Fast offerings: Along with the law of tithing, Latter-day Saints observe a monthly fast on behalf of the poor. As explained by President Spencer W. Kimball, “Each member should contribute a generous fast offering for the care of the poor and the needy. This offering should at least be the value of the two meals not eaten while fasting. . . . I think that when we are affluent, as many of us are, that we ought to be very, very generous. . . . I think we should . . . give, instead of the amount saved by our two meals of fasting, perhaps much, much more—ten times more when we are in a position to do it.”[34] President Gordon B. Hinckley, while serving as the First Counselor in the First Presidency of the Church, noted, “Think, my brethren, of what would happen if the principles of fast day and the fast offering were observed throughout the world. The hungry would be fed, the naked clothed, the homeless sheltered. . . . A new measure of concern and unselfishness would grow in the hearts of people everywhere.”[35]

Welfare system: Fast offerings support the welfare system of the Church. As explained by Elder Joseph B. Wirthlin of the Quorum of the Twelve Apostles, “The Lord’s way consists of helping people help themselves. The poor are exalted because they work for the temporary assistance they receive, they are taught correct principles, and they are able to lift themselves from poverty to self‑reliance. The rich are made low because they humble themselves to give generously of their means to those in need.” Elder Wirthlin continues, describing the welfare efforts of the Church in 1999: “In North America today, 80 Church farms produce nutritious food for the needy. Eighty cannery facilities preserve and package this life‑sustaining food. More than 100 bishops’ storehouses stand ready to assist more than 10,000 bishops and branch presidents as they carry out their sacred obligation to seek out and assist the poor and needy in their wards and branches. Fifty Deseret Industries operations offer work and training to thousands. Worldwide, 160 employment centers help more than 78,000 people find jobs each year.”[36] These facilities are staffed largely by volunteers and missionaries. (In reference to sound stewardship practices on Church-owned lands, this statement by Apostle Ezra Taft Benson is also of interest: “May I remind you that it generally takes several times as much land to produce a given amount of food when grains are fed to livestock and we consume the meat. Let us be careful not to overdo beef cattle and other livestock projects on our welfare farms.”[37])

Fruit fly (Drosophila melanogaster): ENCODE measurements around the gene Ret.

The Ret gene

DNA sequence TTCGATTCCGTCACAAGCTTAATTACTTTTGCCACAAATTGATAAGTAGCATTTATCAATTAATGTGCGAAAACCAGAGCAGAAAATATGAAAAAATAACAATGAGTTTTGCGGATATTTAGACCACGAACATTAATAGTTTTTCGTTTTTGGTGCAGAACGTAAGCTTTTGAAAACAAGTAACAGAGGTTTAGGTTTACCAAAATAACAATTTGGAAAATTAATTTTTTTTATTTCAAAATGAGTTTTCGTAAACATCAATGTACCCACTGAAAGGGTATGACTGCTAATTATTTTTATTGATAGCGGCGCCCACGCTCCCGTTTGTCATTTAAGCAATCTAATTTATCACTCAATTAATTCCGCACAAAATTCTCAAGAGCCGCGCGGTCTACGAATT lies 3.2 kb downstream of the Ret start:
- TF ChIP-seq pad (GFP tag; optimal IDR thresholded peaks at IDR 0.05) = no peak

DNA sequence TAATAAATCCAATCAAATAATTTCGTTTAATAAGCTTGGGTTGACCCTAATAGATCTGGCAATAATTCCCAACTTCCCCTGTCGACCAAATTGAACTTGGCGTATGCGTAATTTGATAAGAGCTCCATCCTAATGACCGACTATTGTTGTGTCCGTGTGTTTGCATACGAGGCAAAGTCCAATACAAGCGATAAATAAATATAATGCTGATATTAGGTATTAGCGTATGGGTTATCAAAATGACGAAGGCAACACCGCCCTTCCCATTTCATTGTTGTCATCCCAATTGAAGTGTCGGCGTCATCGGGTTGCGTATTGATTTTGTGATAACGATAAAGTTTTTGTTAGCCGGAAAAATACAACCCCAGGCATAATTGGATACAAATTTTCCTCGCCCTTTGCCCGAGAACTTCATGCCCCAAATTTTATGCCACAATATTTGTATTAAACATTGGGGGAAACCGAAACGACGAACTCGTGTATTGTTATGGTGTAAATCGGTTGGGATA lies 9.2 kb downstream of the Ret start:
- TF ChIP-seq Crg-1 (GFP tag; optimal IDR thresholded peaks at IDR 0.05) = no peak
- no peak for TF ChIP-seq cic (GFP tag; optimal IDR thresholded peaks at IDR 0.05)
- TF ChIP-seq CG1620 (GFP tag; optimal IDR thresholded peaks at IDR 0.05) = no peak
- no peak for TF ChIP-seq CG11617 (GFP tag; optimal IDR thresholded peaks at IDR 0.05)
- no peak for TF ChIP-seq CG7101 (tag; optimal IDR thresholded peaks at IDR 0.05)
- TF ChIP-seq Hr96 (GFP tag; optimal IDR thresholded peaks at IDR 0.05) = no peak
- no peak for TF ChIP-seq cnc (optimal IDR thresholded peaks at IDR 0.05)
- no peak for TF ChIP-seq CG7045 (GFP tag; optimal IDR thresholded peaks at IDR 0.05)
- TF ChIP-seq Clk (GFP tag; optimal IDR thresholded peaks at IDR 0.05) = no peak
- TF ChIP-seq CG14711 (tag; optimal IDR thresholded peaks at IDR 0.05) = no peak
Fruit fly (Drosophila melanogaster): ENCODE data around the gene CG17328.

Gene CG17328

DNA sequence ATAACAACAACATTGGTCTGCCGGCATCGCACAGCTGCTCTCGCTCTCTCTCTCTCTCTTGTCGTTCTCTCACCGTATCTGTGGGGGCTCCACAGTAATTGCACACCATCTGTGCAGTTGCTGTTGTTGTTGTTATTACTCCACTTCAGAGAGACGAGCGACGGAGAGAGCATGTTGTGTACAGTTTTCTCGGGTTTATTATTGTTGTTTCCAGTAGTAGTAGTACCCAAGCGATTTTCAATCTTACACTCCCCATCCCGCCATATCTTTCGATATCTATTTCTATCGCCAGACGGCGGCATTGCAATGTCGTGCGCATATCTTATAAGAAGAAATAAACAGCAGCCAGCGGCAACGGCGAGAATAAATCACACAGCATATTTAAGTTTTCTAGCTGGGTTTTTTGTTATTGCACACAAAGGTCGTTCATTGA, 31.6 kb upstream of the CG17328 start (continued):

A few years following the introduction of the welfare program, President J. Reuben Clark Jr., of the First Presidency, said of it:

When the Welfare Plan gets thoroughly into operation . . . we shall not be so very far from carrying out the great fundamentals of the United Order. . . . In lieu of residues and surpluses which were accumulated and built up under the United Order, we, today, have our fast offerings, our Welfare donations, and our tithing, all of which may be devoted to the care of the poor . . . Furthermore, we had under the United Order a bishop’s storehouse in which were collected the materials from which to supply the needs and the wants of the poor. We have a bishop’s storehouse under the Welfare Plan, used for the same purpose. . . . Thus you will see, brethren, that in many of its great essentials, we have, as the Welfare Plan has now developed, the broad essentials of the United Order.[38]

President Spencer W. Kimball said further, “Welfare Services is not a program, but the essence of the gospel. It is the gospel in action. It is the crowning principle of a Christian life.”[39]

Humanitarian services: In addition to the welfare system, the Church also carries out a humanitarian aid program. Again, Elder Wirthlin summarizes: “In a little over a decade, the Church has shipped more than 27,000 tons of clothing, 16,000 tons of food, and 3,000 tons of medical and educational supplies and equipment to relieve the suffering of millions of God’s children in 146 countries in many parts of the world.”[40] Materials are routinely donated and packaged for distribution by volunteers.

Deseret Industries: Members of the community may donate used clothing and other items to Deseret Industries, the Church-owned thrift stores and vocational rehabilitation facilities.

Benson Institute: “The Ezra Taft Benson Agriculture and Food Institute seeks to raise the quality of life through improved nutrition and enlightened agricultural practices.”[41] The institute educates rural families in developing countries about becoming more self-sufficient in their native environments. Workers at the institute are compiling a comprehensive database of information about organic farming and are writing a manual on soil conservation, organic fertilizers, and rotational cropping.